Tag Archives: Supreme Court

Same-Sex Marriages and “DOMA”

defRecently, the U.S. Supreme Court has found section 3 of the Defense of Marriage Act (DOMA) unconstitutional. Effective immediately, U.S. government agencies will adjudicate applications for federal benefits that are based on a same-sex marriage in the same way that we adjudicate applications for opposite gender spouses. This means that the same sex spouse will be eligible for the same or derivative benefits. Likewise, stepchildren acquired through same sex marriages can also qualify as beneficiaries or for derivative status.

If your marriage is valid in the jurisdiction (U.S. state or foreign country) where it took place, it is valid for purposes of obtaining federal government benefits. At this time, only a relationship legally considered to be a marriage in the jurisdiction where it took place establishes eligibility as a spouse for immigration purposes.

For most federal benefits involving children or step-children, the marriage must have taken place before the child in question turns or turned 18.

If cases were previously submitted and denied by the government, solely based on reasons relating to “DOMA”, the government will now usually reopen those petitions or applications. The government will usually take steps to reconsider its prior adverse decision, as well as reopen associated applications to the extent they were also denied as a result of the primary denial (Example: when Form I-130 was denied, and subsequently Form I-485 is denied, all related cases will be reopened).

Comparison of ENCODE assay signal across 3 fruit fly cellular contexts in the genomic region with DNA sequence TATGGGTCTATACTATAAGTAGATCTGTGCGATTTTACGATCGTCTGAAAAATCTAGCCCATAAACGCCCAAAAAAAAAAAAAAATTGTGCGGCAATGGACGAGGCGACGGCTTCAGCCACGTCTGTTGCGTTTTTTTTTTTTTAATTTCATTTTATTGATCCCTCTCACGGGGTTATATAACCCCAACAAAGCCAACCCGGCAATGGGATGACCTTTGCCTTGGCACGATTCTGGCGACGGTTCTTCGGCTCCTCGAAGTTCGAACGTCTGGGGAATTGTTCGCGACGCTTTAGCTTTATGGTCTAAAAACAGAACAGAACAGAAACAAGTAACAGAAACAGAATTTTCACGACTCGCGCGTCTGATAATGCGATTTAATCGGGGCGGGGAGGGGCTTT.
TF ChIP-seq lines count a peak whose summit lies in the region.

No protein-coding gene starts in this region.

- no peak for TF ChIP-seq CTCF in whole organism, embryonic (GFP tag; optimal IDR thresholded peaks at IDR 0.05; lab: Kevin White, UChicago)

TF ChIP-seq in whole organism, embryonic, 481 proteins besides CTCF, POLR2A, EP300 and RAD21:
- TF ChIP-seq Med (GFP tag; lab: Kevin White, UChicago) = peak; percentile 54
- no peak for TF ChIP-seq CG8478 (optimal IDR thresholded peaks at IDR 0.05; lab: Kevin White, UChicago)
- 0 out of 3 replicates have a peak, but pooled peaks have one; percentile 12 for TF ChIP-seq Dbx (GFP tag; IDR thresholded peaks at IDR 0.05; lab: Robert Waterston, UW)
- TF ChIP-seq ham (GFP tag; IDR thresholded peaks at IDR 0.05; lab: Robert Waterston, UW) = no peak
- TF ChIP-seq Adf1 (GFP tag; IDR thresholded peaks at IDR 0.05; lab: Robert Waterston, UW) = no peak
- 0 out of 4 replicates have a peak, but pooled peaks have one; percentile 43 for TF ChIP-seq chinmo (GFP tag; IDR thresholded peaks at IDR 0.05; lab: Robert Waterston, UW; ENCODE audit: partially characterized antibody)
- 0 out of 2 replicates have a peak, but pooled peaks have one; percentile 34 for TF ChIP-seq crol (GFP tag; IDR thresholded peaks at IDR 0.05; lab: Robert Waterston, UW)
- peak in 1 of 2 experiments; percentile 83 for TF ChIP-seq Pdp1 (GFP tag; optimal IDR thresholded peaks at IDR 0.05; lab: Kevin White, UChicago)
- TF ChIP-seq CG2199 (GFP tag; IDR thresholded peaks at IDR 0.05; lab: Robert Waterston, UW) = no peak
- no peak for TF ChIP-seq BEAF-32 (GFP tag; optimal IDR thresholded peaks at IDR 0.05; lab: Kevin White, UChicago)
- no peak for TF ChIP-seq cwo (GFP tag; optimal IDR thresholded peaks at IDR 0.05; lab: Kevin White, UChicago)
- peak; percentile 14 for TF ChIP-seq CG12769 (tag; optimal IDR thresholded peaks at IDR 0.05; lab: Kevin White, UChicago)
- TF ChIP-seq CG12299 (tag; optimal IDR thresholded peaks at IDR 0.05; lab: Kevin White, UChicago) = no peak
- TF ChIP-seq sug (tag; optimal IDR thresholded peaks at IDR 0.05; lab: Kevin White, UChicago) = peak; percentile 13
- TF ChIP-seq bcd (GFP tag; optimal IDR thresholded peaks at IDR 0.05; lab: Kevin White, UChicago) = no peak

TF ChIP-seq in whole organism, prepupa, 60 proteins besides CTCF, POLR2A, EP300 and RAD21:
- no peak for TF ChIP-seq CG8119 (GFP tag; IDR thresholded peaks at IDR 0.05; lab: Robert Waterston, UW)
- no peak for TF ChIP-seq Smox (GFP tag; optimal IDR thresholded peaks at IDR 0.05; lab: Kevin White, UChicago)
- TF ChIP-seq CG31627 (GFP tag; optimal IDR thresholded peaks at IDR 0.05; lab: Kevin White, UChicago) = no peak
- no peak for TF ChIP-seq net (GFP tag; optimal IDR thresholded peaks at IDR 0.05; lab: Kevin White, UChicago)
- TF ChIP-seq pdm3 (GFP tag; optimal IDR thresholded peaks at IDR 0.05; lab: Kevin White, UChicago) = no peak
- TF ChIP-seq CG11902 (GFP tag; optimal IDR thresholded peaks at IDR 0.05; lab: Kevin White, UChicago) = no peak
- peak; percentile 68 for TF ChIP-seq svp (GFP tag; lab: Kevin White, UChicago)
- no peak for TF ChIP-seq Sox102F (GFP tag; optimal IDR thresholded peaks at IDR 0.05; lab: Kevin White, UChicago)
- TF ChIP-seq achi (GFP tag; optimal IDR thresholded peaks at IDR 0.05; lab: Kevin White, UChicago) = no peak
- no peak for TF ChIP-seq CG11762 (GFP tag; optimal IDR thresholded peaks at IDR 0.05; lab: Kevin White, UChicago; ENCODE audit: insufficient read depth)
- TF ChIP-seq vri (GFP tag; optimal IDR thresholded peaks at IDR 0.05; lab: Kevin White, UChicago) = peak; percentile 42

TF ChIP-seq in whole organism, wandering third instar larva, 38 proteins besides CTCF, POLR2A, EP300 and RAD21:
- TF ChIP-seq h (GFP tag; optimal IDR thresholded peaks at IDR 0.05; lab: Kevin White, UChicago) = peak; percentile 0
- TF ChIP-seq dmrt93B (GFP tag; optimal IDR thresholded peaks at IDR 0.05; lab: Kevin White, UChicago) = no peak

Update on Russian Ban on U.S.-bound Child Adoptions

Just days ago, the Russian Supreme Court issued a letter providing guidance to regional courts. The letter clarifies that families that have had their preliminary court date prior to January 1, 2013 will be able to assume physical custody and obtain the necessary documents from Russian authorities to exit the country. This will be the case even if the 30 day waiting period expired after January 1, 2013. To date, 25 families have obtained visas to leave the country and some have travelled home with their children.

At the same time, other families in-country have experienced delays and have been unable to obtain necessary paperwork from Russian authorities. It is hoped that the Russian Supreme Court letter will help families move forward. Families who fall into this category should contact the U.S. Embassy in Russia, if they have not already done so. They should also keep in close contact with their adoption service providers who are still permitted to process these transition cases and who have more real-time information.